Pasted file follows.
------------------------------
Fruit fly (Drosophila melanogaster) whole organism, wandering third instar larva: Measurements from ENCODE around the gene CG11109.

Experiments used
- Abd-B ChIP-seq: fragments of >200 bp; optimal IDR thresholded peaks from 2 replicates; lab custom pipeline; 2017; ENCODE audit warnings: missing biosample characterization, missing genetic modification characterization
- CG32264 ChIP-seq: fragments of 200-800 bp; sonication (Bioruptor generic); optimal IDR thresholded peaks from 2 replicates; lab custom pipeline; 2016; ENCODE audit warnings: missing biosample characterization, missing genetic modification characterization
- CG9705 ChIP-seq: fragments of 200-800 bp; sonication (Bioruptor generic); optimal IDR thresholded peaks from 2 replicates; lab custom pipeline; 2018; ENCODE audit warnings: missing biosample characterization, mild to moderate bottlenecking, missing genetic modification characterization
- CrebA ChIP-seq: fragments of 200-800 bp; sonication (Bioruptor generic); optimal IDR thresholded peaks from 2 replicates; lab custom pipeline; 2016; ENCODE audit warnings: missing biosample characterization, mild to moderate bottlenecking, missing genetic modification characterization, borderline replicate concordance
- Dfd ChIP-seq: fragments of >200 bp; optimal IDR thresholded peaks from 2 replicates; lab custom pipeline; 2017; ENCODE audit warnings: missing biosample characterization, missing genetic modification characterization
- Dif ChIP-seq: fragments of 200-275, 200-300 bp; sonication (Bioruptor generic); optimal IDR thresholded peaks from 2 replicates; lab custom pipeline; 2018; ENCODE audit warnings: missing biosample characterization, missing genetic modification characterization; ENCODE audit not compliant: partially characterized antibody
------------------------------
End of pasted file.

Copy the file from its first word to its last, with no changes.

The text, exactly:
Fruit fly (Drosophila melanogaster) whole organism, wandering third instar larva: Measurements from ENCODE around the gene CG11109.

Experiments used
- Abd-B ChIP-seq: fragments of >200 bp; optimal IDR thresholded peaks from 2 replicates; lab custom pipeline; 2017; ENCODE audit warnings: missing biosample characterization, missing genetic modification characterization
- CG32264 ChIP-seq: fragments of 200-800 bp; sonication (Bioruptor generic); optimal IDR thresholded peaks from 2 replicates; lab custom pipeline; 2016; ENCODE audit warnings: missing biosample characterization, missing genetic modification characterization
- CG9705 ChIP-seq: fragments of 200-800 bp; sonication (Bioruptor generic); optimal IDR thresholded peaks from 2 replicates; lab custom pipeline; 2018; ENCODE audit warnings: missing biosample characterization, mild to moderate bottlenecking, missing genetic modification characterization
- CrebA ChIP-seq: fragments of 200-800 bp; sonication (Bioruptor generic); optimal IDR thresholded peaks from 2 replicates; lab custom pipeline; 2016; ENCODE audit warnings: missing biosample characterization, mild to moderate bottlenecking, missing genetic modification characterization, borderline replicate concordance
- Dfd ChIP-seq: fragments of >200 bp; optimal IDR thresholded peaks from 2 replicates; lab custom pipeline; 2017; ENCODE audit warnings: missing biosample characterization, missing genetic modification characterization
- Dif ChIP-seq: fragments of 200-275, 200-300 bp; sonication (Bioruptor generic); optimal IDR thresholded peaks from 2 replicates; lab custom pipeline; 2018; ENCODE audit warnings: missing biosample characterization, missing genetic modification characterization; ENCODE audit not compliant: partially characterized antibody